Having now entered the fourth quarter of 2020, this is a good time to start thinking about preparing for your facility annual reports due in the upcoming first quarter of 2021. If your facility is in New York City (NYC) and is subject to Right-to-Know (RTK) reporting requirements, one such report to get started on now is the annual RTK filing due to the NYC Department of Environmental Protection (DEP) by March 1st.
The NYC DEP requires businesses that store hazardous substances to report their quantities on hand annually. The information filed with the DEP is additionally provided to the NYC Fire Department and the New York State Emergency Response Commission to aid first responders in the event of an emergency.
In preparation for your annual RTK reporting:
Now is a good time to assess if your paperwork is in order for the upcoming filing, as well as your overall facility best management practices and compliance with hazardous substance handling requirements. It is important to consider the following:
You should understand the requirements for RTK filing and facility compliance. Recognize that you could receive a violation if you haven’t filed at all or on time and are required to do so, or if your facility is otherwise not in compliance. The DEP Bureau of Police and Security Division of Emergency Response and Technical Assessment (DERTA), or other regulatory agency personnel, such as field staff from OSHA, can inspect your facility at any time for compliance.
Remember that if you are required to file, to not only file by the deadline, but to also pay the required fees on time, or you may face a violation and/or fine. Filing without payment is considered late or not filing. First time violations can result in fines up to $2,500. It should be noted that DERTA issued 1,226 violations between 2018 and 2019, most of which were related to failure to file Facility Inventory Forms, according to the 2019 Annual Report for Hazardous Materials Management in New York City issued by the NYC DEP.1
Evaluate your facility’s overall chemical inventory. Chemicals that are not used often or have been sitting unused for a long time should be phased out or properly disposed of. Excess chemicals, especially those that are not in regular sight or maintained, could result in accidents and releases that could be costly.
Keep in mind that the amount of chemicals at your facility is directly linked to the fee you will owe on the annual RTK filing with the DEP. The more chemicals you keep, the more you pay.
If your facility uses any chemicals that contain an Extremely Hazardous Substance (EHS), your facility may be required to have and file a Risk Management Plan (RMP), depending on the amount stored. If a less hazardous chemical can be substituted or that chemical is not needed for facility operations, you should consider phasing out its use or to properly dispose of it. It should be noted that there are 354 registered RMP facilities operating within New York City according to the 2019 Annual Report for Hazardous Materials Management. 1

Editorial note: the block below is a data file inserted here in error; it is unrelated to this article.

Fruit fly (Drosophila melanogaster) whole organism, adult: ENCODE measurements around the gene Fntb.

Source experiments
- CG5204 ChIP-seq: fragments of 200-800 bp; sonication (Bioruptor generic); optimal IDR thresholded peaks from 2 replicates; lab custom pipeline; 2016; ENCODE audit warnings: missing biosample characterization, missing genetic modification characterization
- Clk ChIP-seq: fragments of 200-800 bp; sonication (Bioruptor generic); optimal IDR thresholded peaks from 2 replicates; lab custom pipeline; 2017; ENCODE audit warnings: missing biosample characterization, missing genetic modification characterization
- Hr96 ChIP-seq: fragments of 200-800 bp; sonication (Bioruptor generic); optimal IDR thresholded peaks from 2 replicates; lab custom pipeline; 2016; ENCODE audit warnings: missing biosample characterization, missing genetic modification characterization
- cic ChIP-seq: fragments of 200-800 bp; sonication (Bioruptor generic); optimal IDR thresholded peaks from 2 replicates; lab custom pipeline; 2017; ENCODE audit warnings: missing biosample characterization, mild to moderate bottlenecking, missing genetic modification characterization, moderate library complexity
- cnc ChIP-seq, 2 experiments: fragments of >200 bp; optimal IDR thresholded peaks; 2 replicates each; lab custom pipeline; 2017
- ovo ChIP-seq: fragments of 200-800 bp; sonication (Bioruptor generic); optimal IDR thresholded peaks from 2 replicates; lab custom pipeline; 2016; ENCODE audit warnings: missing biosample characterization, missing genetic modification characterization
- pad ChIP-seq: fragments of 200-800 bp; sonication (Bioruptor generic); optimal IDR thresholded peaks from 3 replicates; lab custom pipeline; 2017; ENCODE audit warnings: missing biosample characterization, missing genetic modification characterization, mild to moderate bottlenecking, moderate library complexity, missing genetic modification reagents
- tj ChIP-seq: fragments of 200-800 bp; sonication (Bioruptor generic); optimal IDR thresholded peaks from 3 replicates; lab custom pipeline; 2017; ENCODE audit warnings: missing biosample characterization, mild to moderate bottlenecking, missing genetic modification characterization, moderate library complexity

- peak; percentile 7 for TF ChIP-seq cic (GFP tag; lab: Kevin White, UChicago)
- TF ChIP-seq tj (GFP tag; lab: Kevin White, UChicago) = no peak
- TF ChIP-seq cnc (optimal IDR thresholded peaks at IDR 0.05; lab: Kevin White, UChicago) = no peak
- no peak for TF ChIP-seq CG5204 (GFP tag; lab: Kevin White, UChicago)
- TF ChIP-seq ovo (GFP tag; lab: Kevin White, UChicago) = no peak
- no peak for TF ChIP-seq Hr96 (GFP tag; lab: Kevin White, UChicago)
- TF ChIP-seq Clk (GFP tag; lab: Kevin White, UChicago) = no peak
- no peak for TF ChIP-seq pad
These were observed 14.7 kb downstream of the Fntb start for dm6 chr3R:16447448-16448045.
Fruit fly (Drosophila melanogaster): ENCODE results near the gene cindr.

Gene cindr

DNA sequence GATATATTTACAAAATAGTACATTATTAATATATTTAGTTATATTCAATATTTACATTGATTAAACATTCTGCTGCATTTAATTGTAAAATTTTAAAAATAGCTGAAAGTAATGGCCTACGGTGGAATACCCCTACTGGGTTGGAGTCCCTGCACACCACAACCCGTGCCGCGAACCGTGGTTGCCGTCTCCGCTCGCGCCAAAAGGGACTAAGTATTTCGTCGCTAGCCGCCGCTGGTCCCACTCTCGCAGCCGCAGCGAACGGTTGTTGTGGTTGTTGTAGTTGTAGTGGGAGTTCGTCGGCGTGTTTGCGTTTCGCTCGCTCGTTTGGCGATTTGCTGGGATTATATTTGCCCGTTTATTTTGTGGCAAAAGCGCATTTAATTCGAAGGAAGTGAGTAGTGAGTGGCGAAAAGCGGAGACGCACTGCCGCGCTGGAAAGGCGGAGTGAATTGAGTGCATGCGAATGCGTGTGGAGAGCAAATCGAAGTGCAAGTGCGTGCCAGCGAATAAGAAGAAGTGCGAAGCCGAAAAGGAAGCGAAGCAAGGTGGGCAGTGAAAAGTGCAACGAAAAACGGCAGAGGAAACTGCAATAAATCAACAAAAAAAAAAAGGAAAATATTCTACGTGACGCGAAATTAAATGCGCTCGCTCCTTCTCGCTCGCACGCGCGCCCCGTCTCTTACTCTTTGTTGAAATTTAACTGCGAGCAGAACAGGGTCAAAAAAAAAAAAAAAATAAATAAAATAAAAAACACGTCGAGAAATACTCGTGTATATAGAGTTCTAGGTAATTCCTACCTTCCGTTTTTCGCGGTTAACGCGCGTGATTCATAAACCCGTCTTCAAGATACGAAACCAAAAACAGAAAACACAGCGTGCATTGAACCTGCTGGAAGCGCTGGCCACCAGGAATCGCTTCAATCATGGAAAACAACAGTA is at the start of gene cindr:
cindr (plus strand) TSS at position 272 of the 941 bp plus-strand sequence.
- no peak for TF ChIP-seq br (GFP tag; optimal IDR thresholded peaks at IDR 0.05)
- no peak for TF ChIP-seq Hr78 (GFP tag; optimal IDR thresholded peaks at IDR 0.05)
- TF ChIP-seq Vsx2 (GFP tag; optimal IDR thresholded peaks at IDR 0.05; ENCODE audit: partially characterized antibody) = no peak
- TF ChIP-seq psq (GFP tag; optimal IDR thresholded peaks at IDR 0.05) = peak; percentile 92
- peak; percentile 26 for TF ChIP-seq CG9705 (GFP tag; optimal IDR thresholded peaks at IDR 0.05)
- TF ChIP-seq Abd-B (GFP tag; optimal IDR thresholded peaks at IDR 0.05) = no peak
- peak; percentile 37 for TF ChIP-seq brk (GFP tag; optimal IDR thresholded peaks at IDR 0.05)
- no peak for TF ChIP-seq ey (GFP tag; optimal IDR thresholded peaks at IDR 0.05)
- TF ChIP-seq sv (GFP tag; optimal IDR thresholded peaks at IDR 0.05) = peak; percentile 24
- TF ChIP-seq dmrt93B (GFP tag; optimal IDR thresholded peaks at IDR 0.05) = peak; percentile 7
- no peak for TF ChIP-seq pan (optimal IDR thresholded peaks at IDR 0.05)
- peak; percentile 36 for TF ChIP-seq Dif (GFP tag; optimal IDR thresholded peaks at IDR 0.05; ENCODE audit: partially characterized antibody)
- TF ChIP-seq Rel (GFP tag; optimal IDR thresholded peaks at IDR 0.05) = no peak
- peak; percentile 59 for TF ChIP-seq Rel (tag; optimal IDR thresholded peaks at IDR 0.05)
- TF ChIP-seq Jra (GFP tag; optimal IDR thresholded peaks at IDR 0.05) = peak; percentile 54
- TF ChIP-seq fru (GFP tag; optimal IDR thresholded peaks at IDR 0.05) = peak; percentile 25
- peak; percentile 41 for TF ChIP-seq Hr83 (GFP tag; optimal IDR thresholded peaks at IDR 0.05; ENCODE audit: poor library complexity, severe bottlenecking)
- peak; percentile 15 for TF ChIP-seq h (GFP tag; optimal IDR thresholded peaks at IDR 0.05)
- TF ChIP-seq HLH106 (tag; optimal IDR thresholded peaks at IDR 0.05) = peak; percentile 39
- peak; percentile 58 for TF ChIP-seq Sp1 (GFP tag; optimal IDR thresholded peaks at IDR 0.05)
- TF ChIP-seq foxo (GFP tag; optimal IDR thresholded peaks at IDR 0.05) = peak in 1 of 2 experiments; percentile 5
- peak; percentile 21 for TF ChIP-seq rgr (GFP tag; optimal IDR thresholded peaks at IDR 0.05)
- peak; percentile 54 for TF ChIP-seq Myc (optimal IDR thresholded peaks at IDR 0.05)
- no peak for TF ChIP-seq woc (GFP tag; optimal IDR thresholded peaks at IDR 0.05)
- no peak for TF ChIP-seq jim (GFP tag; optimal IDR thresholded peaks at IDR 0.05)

You must keep Safety Data Sheets (SDSs) (formerly called Material Safety Data Sheets or MSDSs) for your facility current and have them on hand for all of the hazardous substances present. You need to provide copies of your current SDSs to the NYC DEP with your Annual Right to Know Filing. OSHA rules also require that you have your SDSs in a readily available format in a known location in case of an emergency (such as in an organized binder).
All SDSs must follow the Hazard Communication Standard (HCS) (29 CFR 1910.1200(g)) with a consistent 16 section format for OSHA compliance. Chemical manufacturers are required to provide them in this format to users in accordance with OSHA federal regulations that govern the NYC region.
Remember that you should keep outdated MSDS/SDS for 30 years when you replace your old sheets with new ones, in accord with OSHA requirements.
All chemical/petroleum storage tanks at the facility should be labeled as per NYSDEC/local regulations, and all chemical containers, otherwise, should be labeled in accord with the Globally Harmonized System of Classification and Labeling of Chemicals (GHS) as per OSHA requirements for safety reasons and to avoid associated violations.
All compressed gas cylinders should be both properly labeled and stored in accordance with OSHA/local requirements.